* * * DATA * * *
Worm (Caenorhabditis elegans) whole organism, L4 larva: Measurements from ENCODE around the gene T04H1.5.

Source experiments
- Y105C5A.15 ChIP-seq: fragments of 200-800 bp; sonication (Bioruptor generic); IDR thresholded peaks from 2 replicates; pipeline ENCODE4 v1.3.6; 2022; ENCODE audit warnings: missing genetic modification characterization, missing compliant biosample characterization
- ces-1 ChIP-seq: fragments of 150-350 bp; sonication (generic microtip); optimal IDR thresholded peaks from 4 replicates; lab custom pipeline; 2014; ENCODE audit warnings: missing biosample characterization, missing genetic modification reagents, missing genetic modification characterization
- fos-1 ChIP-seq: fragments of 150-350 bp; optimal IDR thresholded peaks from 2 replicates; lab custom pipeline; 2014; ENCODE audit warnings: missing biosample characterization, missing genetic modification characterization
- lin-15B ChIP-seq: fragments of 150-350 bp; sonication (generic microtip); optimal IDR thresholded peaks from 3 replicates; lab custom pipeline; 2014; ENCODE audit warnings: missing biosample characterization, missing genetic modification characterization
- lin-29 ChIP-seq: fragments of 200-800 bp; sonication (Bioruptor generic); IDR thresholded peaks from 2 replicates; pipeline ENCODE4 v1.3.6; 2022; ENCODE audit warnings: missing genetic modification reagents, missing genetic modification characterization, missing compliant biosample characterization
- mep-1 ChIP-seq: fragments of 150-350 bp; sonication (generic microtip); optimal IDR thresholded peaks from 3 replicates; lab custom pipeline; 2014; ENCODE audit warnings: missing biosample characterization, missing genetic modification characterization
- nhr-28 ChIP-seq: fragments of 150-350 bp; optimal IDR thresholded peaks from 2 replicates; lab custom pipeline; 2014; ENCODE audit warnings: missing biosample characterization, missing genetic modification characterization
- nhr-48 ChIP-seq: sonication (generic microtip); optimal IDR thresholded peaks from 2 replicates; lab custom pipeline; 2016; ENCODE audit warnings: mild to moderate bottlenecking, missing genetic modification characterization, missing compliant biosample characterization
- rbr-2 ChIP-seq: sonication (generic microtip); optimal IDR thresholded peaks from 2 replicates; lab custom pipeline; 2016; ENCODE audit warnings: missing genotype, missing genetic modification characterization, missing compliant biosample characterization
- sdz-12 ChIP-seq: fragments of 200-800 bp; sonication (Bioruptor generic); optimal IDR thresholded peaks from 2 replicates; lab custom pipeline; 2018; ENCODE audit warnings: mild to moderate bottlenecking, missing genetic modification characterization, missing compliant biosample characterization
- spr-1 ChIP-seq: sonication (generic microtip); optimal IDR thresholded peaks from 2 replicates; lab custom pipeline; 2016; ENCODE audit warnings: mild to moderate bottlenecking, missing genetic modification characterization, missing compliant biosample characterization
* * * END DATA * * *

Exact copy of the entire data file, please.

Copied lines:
Worm (Caenorhabditis elegans) whole organism, L4 larva: Measurements from ENCODE around the gene T04H1.5.

Source experiments
- Y105C5A.15 ChIP-seq: fragments of 200-800 bp; sonication (Bioruptor generic); IDR thresholded peaks from 2 replicates; pipeline ENCODE4 v1.3.6; 2022; ENCODE audit warnings: missing genetic modification characterization, missing compliant biosample characterization
- ces-1 ChIP-seq: fragments of 150-350 bp; sonication (generic microtip); optimal IDR thresholded peaks from 4 replicates; lab custom pipeline; 2014; ENCODE audit warnings: missing biosample characterization, missing genetic modification reagents, missing genetic modification characterization
- fos-1 ChIP-seq: fragments of 150-350 bp; optimal IDR thresholded peaks from 2 replicates; lab custom pipeline; 2014; ENCODE audit warnings: missing biosample characterization, missing genetic modification characterization
- lin-15B ChIP-seq: fragments of 150-350 bp; sonication (generic microtip); optimal IDR thresholded peaks from 3 replicates; lab custom pipeline; 2014; ENCODE audit warnings: missing biosample characterization, missing genetic modification characterization
- lin-29 ChIP-seq: fragments of 200-800 bp; sonication (Bioruptor generic); IDR thresholded peaks from 2 replicates; pipeline ENCODE4 v1.3.6; 2022; ENCODE audit warnings: missing genetic modification reagents, missing genetic modification characterization, missing compliant biosample characterization
- mep-1 ChIP-seq: fragments of 150-350 bp; sonication (generic microtip); optimal IDR thresholded peaks from 3 replicates; lab custom pipeline; 2014; ENCODE audit warnings: missing biosample characterization, missing genetic modification characterization
- nhr-28 ChIP-seq: fragments of 150-350 bp; optimal IDR thresholded peaks from 2 replicates; lab custom pipeline; 2014; ENCODE audit warnings: missing biosample characterization, missing genetic modification characterization
- nhr-48 ChIP-seq: sonication (generic microtip); optimal IDR thresholded peaks from 2 replicates; lab custom pipeline; 2016; ENCODE audit warnings: mild to moderate bottlenecking, missing genetic modification characterization, missing compliant biosample characterization
- rbr-2 ChIP-seq: sonication (generic microtip); optimal IDR thresholded peaks from 2 replicates; lab custom pipeline; 2016; ENCODE audit warnings: missing genotype, missing genetic modification characterization, missing compliant biosample characterization
- sdz-12 ChIP-seq: fragments of 200-800 bp; sonication (Bioruptor generic); optimal IDR thresholded peaks from 2 replicates; lab custom pipeline; 2018; ENCODE audit warnings: mild to moderate bottlenecking, missing genetic modification characterization, missing compliant biosample characterization
- spr-1 ChIP-seq: sonication (generic microtip); optimal IDR thresholded peaks from 2 replicates; lab custom pipeline; 2016; ENCODE audit warnings: mild to moderate bottlenecking, missing genetic modification characterization, missing compliant biosample characterization